Breaking Boundaries: Stereotypes

Elliana Hughes, Guest Writer

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Stereotypes, they’re a funny thing. You see, we are put into these boxes, but we don’t fit into them. And they either make us or break us.

But what do I know? I’m just a sophomore in high school. But I’m smarter than you give me credit for. But that makes me a “nerd” by society’s standard. Yes, I like Star Wars and yes, I like reading. Oh, wait, that makes me a “bookworm” too.

In fact, my nickname is Bookworm. But reading is how I escape reality. See, people don’t realize I go through stuff too. But I’m the “girl who never stopped smiling,” because I want everybody to be nice to me. But not everybody is nice back. So I get brash, or rude for those of you who need a definition just because I use “big” words. But then that makes me a seem like a “know-it-all” when in reality I’m sick and tired of using the same words over and over again.

Anyway, back to stereotypes. Imagine having these boxes to use as a representation of the boxes I have been put in. So we have “daughter”, “sister”, “friend”, “bookworm”, um who put “singer” up here? Cali, was it you? Anyway, and “babysitter.” So let’s step into the box with the label “daughter” on it. I was born on July 8th, 2003, to Samantha Vaughn and Joe Hughes. My mom was 17 and my dad was 24.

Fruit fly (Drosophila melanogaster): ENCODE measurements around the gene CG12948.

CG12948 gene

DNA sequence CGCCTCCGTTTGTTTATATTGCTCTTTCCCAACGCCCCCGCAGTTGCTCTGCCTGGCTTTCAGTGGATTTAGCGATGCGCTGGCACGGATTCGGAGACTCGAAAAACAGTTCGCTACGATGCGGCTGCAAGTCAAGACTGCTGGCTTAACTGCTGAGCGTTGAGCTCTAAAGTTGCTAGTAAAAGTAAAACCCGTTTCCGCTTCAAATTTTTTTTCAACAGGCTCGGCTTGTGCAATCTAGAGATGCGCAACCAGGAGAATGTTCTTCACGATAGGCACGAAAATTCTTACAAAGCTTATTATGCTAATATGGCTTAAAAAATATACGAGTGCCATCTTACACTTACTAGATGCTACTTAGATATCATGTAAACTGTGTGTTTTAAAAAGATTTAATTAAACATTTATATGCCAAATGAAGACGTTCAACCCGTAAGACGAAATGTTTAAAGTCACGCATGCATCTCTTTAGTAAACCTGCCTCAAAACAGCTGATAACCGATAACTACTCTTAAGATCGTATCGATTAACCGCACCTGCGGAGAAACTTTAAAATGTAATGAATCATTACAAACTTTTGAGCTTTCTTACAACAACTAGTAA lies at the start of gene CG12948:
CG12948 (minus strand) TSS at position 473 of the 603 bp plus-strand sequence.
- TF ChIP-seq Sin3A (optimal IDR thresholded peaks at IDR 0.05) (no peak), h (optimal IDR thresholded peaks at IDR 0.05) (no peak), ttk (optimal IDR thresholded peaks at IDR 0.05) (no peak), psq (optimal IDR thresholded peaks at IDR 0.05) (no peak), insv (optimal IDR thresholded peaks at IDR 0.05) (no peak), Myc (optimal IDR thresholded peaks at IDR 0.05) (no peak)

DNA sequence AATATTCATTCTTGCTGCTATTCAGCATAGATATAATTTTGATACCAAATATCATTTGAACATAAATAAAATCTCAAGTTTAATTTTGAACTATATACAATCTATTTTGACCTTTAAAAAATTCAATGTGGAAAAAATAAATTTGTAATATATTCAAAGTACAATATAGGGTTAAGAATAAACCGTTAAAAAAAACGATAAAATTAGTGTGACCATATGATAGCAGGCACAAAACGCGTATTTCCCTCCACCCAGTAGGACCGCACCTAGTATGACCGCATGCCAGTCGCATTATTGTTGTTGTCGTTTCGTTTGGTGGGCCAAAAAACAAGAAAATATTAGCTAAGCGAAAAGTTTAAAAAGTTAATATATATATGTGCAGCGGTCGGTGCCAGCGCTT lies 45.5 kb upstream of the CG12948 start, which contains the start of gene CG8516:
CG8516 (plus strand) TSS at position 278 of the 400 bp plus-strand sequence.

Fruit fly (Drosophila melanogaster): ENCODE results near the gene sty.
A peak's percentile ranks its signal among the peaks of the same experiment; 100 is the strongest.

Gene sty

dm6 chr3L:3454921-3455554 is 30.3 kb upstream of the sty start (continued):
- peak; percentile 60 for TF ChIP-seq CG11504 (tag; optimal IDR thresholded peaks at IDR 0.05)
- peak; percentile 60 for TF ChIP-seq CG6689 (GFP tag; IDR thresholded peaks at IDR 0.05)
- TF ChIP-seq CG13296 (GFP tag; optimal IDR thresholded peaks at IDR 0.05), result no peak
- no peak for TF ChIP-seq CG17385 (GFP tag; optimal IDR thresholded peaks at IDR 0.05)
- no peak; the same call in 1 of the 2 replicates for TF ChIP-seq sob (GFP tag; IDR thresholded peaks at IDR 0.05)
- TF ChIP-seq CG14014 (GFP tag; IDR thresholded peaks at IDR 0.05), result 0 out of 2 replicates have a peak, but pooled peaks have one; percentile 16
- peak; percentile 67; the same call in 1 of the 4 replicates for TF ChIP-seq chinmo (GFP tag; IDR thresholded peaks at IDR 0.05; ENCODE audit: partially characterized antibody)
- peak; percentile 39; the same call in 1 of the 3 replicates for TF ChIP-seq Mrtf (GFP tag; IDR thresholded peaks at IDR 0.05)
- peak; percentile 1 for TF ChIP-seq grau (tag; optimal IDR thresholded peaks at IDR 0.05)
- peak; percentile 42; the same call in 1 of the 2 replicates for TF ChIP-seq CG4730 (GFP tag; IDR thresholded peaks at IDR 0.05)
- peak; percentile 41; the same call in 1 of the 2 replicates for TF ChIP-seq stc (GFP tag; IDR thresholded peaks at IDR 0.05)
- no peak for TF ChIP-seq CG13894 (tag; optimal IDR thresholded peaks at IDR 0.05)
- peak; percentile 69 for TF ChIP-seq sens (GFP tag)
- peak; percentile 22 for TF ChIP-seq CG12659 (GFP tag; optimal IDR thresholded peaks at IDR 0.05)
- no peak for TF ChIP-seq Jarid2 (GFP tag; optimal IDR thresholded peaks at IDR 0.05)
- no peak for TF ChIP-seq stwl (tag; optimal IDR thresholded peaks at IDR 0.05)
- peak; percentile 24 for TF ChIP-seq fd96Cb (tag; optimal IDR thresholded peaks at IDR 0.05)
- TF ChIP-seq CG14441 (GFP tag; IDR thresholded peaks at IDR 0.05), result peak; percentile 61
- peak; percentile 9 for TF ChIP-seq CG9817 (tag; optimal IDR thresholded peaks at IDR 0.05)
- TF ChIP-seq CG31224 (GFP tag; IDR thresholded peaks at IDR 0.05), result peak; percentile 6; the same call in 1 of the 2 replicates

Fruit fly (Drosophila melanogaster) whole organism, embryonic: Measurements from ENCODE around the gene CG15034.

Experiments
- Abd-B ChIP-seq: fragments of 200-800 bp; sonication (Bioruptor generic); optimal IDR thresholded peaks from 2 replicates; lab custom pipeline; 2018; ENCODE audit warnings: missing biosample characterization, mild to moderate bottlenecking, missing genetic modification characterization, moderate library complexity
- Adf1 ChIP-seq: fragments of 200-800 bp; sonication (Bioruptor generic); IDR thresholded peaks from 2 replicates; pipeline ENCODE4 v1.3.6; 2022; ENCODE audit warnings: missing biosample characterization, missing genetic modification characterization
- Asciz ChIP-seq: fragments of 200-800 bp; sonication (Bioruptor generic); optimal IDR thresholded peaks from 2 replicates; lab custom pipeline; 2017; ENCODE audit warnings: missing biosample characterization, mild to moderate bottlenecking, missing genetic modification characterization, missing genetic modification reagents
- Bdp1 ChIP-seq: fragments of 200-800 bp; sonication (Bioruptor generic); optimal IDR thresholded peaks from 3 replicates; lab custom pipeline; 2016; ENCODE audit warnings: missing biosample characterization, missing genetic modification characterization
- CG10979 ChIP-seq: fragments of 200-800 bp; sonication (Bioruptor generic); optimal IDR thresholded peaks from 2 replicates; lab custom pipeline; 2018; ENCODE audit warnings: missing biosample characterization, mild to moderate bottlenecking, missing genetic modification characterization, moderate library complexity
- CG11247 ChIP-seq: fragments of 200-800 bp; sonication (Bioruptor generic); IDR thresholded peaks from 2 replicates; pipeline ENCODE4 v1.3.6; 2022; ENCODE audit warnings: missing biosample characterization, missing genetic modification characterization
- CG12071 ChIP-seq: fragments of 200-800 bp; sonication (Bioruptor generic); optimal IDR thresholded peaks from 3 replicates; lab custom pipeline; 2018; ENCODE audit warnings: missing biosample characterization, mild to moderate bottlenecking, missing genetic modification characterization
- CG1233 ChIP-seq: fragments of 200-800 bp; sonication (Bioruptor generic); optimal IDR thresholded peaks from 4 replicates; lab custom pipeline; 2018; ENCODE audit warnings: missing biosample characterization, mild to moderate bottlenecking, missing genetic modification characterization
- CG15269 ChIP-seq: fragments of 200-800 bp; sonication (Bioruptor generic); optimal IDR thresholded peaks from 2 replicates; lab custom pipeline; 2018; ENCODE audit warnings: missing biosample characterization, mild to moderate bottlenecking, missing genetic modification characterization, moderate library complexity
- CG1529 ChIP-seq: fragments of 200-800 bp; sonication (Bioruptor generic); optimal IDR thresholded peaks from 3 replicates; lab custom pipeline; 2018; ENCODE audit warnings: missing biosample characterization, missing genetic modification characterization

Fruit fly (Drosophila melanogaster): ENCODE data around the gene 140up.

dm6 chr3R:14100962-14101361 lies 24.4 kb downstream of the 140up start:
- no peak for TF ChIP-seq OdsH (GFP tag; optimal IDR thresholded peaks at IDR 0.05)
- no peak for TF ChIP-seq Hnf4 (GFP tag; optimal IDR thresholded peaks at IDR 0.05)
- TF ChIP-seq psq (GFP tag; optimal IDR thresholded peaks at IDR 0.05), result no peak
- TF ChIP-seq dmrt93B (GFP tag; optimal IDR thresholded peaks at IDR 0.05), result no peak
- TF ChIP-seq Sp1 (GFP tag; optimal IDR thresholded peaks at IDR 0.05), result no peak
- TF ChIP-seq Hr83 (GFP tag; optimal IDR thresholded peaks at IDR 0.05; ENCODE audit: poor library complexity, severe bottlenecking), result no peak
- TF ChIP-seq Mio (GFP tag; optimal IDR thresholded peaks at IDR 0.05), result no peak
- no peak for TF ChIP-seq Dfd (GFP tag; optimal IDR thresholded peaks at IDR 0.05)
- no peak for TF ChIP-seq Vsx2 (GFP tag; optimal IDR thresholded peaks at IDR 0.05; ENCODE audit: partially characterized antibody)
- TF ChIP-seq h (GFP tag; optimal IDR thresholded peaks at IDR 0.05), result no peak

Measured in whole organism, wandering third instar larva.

Okay, easy enough. Let’s step into the box with the label “sister” on it. My brother was born on October 10th, 2006. My step sister was born on December 15th, 2003. My other sister was born on May 10th, 2012. And my youngest sister was born on July 12, 2016.

Anyway on to the next box. Ah, “friend.” I have plenty of friends. They are there for me when I need them. Oh wait, it’s the other way around. I give too much and get so little in return. I almost lost my dad! But they didn’t know that until now.

You see, I was too scared to let anybody in. That they would make fun of me for having problems.

And that’s why I’m a bookworm. It helps me escape reality. I can be someone else for a while. I can have someone else’s problems for a while. But at the end when the story ends, your problems are still there and reality jack slaps you.

But that’s why music helps too. You can sing or strum your problems away. So you can consider me all these things, but I’m breaking the stereotype quota.

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